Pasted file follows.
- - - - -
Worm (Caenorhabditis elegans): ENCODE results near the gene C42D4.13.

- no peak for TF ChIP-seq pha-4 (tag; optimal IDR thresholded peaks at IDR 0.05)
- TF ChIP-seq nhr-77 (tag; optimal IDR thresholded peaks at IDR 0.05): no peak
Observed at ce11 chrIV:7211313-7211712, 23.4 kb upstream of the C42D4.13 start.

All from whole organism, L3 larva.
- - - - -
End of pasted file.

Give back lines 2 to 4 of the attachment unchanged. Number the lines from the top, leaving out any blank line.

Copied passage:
- no peak for TF ChIP-seq pha-4 (tag; optimal IDR thresholded peaks at IDR 0.05)
- TF ChIP-seq nhr-77 (tag; optimal IDR thresholded peaks at IDR 0.05): no peak
Observed at ce11 chrIV:7211313-7211712, 23.4 kb upstream of the C42D4.13 start.